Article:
11. As you have noticed ... there are different opinions (some strongly held) on this topic. I personally live in a 5th wheel. I could get all deep in the weeds about why I chose this over others but that would only add fuel. The main reason we chose this particular 5th wheel is the floor plan. IMO, the floor plan is the most important feature to be considered. Is there enough and properly placed seating, does it work for your lifestyle, is the TV where it is easily watched, is the shower big enough, etc. This is where I LIVE ... travel (and ease of doing so) is a very minor part of RV life. We find ourselves involved in the "travel part" of RV living for 3-4 hours of a day and the "live in it" part for 3-4 days, sometimes longer. So the livability of the floor plan trumps all the issues and discussions around moving. But like everyone else, it's just my opinion. The final point is the issue of depreciation. All RV's are depreciating assets so the question isn't "is it depreciating?", the question is "how much is it depreciating?". Stepping out on a limb here and speaking ONLY of new units. 5th wheels cost less so they depreciate less ... sometimes this difference is dramatic. For example, a $100K 5th wheel depreciates down to $20,000 in 10 years ... so $80K in depreciation ($666.66 per month). A $400K motorhome over that same 10 years depreciates down to $200K ... so $200K in depreciation ($1,666.66 per month). While these numbers are theoretical, they aren't unreasonable and they do serve to illustrate the stark difference between those two choices. This is precisely why most MH owners buy used, but most 5th wheel buyers buy new. When the depreciation of a used MH is compared to depreciation of a new 5th wheel the differences are less dramatic ... but the 5th wheel usually still wins. Depreciation is "invisible" but real ... your net worth is decreased by depreciation even if you don't "feel it" like most expenses. Of course this is all IMO.
  12. 297550

    How large/small is your fulltime budget?

    Don't know how to vote ... so our numbers won't be included ... but for what it's worth, put us in the $60K-$70K bracket. That is for everything except one time expenses (like major upgrades, major repairs, big dental bills, etc.). We have no debt. $5K per month is our target, but we often go over ... normally due to dining out. We could squeeze it down to $4K pretty easily, but that isn't necessary. We NEVER boondock or stop at Walmart parking lots ... we go full hook ups to full hook ups.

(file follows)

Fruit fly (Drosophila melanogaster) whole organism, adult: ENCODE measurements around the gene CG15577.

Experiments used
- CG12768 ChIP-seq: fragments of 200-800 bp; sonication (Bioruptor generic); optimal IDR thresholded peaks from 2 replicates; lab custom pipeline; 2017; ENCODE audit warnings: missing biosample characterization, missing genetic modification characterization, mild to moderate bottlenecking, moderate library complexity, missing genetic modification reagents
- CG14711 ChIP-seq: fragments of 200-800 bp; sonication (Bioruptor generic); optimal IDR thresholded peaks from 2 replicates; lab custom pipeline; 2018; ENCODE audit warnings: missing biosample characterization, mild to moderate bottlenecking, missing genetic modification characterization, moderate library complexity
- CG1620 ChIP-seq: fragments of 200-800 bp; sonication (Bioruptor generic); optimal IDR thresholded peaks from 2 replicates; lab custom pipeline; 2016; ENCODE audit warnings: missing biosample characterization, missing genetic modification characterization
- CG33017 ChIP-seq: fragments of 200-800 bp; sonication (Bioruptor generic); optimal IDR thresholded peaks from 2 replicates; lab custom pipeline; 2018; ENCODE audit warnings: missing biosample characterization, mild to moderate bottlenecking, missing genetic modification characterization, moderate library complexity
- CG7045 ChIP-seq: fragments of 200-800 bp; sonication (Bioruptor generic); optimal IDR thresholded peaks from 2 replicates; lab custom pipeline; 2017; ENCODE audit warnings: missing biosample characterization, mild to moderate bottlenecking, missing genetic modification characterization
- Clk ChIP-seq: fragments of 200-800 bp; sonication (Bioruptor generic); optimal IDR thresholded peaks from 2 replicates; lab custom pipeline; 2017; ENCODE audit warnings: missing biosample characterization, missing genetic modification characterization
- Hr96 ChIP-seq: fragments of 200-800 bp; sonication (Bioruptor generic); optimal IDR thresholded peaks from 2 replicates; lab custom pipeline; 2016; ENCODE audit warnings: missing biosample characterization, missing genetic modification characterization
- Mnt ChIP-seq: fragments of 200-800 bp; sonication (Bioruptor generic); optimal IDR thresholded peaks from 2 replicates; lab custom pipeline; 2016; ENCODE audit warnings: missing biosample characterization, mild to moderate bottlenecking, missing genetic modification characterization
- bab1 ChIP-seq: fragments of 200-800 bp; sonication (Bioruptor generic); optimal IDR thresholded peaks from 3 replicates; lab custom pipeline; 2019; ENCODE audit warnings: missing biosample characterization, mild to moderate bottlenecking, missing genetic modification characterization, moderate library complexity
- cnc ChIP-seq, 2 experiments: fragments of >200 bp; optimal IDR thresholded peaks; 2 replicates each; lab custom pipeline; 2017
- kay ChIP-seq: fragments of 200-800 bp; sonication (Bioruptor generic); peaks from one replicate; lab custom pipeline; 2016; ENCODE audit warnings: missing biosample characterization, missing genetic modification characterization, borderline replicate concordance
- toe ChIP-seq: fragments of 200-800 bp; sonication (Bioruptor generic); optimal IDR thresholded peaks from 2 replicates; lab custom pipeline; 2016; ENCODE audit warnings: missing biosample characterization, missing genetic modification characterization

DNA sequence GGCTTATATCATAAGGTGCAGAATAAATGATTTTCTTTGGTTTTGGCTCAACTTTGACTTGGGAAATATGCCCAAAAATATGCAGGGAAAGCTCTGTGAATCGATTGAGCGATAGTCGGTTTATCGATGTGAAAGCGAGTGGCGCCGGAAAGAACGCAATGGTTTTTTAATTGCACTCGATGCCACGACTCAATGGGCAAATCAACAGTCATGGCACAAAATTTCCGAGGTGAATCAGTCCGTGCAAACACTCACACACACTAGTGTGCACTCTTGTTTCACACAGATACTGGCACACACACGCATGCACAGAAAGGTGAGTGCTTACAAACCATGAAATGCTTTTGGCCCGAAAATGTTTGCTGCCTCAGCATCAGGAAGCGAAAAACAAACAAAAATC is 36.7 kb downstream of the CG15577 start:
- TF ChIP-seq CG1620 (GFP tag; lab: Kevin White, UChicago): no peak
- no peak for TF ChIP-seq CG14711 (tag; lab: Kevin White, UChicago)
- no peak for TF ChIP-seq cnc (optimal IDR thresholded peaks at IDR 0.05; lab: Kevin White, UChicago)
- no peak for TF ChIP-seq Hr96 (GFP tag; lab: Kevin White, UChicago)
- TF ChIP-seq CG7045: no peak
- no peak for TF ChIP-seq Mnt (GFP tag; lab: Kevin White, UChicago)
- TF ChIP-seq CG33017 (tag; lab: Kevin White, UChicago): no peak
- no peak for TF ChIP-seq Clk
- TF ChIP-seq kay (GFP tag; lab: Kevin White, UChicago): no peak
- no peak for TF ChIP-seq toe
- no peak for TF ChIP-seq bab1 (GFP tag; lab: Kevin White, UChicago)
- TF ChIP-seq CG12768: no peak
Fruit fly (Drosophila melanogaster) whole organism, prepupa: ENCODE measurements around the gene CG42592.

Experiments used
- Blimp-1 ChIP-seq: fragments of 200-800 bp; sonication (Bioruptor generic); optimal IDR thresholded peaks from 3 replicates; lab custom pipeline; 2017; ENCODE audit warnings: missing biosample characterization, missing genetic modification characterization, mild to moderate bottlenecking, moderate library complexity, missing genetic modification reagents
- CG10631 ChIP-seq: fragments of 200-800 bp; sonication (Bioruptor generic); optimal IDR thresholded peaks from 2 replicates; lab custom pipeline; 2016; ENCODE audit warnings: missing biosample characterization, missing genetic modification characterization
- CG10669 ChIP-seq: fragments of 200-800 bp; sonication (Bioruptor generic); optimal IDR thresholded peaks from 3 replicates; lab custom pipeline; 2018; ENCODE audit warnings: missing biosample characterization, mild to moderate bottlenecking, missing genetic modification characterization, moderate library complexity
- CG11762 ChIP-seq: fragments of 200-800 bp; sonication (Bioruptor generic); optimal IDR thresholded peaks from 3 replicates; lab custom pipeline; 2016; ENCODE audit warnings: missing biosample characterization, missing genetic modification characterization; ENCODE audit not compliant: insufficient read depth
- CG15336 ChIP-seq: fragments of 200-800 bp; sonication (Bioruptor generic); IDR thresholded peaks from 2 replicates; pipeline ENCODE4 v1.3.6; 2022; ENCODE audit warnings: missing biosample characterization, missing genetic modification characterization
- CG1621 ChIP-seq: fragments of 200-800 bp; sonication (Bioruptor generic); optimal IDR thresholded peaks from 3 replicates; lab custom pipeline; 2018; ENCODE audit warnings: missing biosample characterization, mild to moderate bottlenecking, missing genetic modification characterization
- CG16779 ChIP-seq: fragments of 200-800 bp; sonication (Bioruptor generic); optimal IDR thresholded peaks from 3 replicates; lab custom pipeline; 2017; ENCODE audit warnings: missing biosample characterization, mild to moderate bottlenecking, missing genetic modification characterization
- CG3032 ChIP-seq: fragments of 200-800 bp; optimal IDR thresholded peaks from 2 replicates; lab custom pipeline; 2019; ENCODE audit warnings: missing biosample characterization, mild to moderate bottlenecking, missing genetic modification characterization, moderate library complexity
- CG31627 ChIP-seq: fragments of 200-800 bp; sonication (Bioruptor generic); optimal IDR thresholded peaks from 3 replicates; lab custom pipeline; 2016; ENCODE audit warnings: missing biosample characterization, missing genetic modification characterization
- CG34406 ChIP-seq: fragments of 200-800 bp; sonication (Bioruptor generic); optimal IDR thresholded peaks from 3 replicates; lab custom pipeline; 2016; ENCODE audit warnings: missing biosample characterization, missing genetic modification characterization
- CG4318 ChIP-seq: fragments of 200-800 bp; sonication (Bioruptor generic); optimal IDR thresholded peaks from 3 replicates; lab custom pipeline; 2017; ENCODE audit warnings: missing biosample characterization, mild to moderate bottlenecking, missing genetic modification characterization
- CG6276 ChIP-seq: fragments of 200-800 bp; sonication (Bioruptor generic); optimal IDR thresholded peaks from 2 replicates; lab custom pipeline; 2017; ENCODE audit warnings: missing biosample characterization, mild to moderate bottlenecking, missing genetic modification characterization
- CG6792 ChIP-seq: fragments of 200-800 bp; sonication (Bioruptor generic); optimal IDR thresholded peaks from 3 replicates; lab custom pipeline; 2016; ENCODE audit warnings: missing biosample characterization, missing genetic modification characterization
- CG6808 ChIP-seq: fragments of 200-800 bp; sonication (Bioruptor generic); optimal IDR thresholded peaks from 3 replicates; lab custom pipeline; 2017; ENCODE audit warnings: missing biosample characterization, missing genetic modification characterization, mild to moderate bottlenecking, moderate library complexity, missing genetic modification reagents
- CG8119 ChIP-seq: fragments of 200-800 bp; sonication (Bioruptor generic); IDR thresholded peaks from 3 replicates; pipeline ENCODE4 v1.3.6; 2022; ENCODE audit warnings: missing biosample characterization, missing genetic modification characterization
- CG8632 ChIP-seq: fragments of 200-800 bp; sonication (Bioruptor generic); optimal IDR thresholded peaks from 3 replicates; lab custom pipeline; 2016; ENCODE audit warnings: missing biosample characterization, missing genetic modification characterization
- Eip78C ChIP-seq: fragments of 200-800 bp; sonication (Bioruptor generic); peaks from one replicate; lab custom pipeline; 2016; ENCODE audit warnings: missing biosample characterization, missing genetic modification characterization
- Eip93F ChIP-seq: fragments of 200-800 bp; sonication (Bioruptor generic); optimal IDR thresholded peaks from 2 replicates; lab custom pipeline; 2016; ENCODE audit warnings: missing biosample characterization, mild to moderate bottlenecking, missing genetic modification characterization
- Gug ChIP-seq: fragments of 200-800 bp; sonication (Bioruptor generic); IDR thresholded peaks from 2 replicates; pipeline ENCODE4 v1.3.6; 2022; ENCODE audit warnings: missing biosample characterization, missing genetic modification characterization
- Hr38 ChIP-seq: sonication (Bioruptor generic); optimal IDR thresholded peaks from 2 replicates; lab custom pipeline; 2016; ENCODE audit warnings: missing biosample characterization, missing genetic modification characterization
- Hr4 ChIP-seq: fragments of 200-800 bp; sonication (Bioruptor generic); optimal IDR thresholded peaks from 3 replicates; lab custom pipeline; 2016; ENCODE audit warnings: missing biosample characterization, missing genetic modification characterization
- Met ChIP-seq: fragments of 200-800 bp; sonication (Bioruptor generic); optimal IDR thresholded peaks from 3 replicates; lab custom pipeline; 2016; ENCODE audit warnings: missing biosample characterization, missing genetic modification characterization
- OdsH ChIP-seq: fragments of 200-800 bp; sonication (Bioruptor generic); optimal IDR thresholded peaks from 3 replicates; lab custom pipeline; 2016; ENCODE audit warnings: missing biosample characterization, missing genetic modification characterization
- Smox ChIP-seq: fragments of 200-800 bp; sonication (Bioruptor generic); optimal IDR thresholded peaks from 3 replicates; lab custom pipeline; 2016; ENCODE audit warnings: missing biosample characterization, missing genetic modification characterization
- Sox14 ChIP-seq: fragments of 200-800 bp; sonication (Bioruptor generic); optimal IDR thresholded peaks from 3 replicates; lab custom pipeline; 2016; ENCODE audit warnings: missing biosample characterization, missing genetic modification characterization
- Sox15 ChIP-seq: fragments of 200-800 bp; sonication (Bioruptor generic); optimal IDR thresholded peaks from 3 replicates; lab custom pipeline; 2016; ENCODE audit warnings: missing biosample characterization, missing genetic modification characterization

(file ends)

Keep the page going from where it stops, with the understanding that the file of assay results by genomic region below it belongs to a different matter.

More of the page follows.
13. Pretty scary for sure. Our highway cruising speed is 60 MPH. This was a recommendation from a long time full timer. His logic, which I agree with, was that at 60 everyone else is pulling away from you so it's easier to maintain a safe following distance. Better fuel mileage, less stress, increased safety.
  14. As you have noticed ... there are different opinions (some strongly held) on this topic. I personally live in a 5th wheel. I could get all deep in the weeds about why I chose this over others but that would only add fuel. The main reason we chose this particular 5th wheel is the floor plan. IMO, the floor plan is the most important feature to be considered (assuming the "bones" are good). Is there enough and properly placed seating, does it work for your lifestyle, is the TV where it is easily watched, is the shower big enough, etc. This is where we LIVE ... therefore travel (and ease of doing so) is a very minor part of our RV life. We find ourselves involved in the travel part of RV living for about 4 hours of a day and live in it for 3-4 days before the next move. So the livability of the floor plan trumps all the issues and discussions around moving. Many people object to driving a dually truck as a daily driver, but from my perspective, I GET to drive a big truck around. But like everyone else, it's just my opinion, so I recommend you buy what you like and what fits your needs ... there are no right or wrong rigs, just rigs that don't match the owners needs.
×